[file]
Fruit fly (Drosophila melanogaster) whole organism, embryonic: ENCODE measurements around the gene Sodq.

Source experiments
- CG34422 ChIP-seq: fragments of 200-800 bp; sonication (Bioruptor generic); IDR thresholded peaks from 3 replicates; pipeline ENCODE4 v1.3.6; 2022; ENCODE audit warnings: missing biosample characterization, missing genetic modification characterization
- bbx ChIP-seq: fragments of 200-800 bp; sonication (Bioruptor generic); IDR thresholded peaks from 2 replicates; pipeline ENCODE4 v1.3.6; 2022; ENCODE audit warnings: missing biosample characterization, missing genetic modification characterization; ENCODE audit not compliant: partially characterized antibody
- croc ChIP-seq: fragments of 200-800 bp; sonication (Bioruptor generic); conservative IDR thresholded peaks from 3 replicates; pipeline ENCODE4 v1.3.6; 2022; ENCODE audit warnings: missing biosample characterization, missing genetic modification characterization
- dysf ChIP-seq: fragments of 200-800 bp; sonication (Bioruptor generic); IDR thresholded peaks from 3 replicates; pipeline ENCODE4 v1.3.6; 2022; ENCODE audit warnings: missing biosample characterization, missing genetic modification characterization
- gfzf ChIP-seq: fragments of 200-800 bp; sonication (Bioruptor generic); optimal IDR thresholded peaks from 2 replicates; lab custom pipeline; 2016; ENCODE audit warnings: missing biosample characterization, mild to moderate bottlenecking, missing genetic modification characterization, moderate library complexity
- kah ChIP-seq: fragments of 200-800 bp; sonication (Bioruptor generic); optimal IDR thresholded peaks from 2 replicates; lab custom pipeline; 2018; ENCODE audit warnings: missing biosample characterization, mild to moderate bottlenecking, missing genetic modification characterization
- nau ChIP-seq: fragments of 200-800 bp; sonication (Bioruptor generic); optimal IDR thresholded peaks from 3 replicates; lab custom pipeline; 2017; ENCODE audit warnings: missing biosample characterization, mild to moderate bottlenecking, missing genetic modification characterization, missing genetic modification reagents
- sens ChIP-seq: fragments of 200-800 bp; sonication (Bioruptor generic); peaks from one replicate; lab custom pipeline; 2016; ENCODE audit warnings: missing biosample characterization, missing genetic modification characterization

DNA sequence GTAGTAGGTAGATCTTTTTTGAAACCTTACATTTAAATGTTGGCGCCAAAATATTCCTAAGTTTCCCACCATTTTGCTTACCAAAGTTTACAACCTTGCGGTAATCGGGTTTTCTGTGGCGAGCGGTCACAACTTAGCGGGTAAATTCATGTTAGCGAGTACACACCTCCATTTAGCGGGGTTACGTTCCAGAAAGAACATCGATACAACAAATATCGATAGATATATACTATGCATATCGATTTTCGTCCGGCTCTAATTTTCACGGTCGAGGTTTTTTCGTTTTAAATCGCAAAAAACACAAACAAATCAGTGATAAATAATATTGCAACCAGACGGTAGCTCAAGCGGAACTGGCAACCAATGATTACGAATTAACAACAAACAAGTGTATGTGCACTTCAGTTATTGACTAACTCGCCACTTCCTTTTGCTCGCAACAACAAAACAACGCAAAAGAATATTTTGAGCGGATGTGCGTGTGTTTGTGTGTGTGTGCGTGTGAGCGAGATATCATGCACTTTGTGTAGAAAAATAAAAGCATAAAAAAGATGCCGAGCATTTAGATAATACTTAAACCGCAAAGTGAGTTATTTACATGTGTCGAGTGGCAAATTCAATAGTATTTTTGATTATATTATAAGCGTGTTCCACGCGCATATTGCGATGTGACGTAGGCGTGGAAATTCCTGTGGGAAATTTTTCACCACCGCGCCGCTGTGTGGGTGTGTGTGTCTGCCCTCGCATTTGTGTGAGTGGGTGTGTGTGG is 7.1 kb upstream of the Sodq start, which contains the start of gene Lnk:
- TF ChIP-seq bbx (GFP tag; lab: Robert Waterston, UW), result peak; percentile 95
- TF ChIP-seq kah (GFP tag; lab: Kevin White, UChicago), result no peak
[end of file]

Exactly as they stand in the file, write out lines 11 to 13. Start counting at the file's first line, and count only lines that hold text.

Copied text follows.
DNA sequence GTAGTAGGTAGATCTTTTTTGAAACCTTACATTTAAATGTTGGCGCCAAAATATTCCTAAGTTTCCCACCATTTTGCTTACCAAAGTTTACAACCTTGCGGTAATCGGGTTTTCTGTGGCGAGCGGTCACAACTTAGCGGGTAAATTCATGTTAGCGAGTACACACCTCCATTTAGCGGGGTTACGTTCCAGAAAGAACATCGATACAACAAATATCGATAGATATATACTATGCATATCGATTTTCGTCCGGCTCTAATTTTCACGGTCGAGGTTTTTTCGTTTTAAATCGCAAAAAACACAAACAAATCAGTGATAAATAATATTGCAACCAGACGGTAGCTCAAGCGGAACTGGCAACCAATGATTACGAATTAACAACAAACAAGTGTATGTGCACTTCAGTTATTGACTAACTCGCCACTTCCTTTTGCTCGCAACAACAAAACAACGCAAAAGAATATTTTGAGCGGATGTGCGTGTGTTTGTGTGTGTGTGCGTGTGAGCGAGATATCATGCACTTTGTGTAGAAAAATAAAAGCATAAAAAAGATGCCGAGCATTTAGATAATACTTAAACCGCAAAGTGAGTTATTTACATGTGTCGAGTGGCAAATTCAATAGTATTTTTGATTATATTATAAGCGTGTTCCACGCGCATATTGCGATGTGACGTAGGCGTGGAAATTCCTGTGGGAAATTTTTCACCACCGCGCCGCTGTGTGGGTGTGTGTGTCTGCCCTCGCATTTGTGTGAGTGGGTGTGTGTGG is 7.1 kb upstream of the Sodq start, which contains the start of gene Lnk:
- TF ChIP-seq bbx (GFP tag; lab: Robert Waterston, UW), result peak; percentile 95
- TF ChIP-seq kah (GFP tag; lab: Kevin White, UChicago), result no peak